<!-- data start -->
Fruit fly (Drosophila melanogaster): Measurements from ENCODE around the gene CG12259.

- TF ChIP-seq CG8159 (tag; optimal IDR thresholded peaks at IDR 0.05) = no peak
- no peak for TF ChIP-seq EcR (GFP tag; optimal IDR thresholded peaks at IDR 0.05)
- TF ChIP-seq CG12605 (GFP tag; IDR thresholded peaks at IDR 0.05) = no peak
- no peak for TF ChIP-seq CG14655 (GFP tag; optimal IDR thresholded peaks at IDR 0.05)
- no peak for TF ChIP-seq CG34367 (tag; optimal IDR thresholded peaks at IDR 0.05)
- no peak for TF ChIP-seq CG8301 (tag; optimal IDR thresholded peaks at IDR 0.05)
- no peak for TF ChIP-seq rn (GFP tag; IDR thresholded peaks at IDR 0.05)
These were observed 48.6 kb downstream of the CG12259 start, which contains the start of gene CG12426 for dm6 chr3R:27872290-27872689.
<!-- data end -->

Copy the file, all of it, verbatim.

Fruit fly (Drosophila melanogaster): Measurements from ENCODE around the gene CG12259.

- TF ChIP-seq CG8159 (tag; optimal IDR thresholded peaks at IDR 0.05) = no peak
- no peak for TF ChIP-seq EcR (GFP tag; optimal IDR thresholded peaks at IDR 0.05)
- TF ChIP-seq CG12605 (GFP tag; IDR thresholded peaks at IDR 0.05) = no peak
- no peak for TF ChIP-seq CG14655 (GFP tag; optimal IDR thresholded peaks at IDR 0.05)
- no peak for TF ChIP-seq CG34367 (tag; optimal IDR thresholded peaks at IDR 0.05)
- no peak for TF ChIP-seq CG8301 (tag; optimal IDR thresholded peaks at IDR 0.05)
- no peak for TF ChIP-seq rn (GFP tag; IDR thresholded peaks at IDR 0.05)
These were observed 48.6 kb downstream of the CG12259 start, which contains the start of gene CG12426 for dm6 chr3R:27872290-27872689.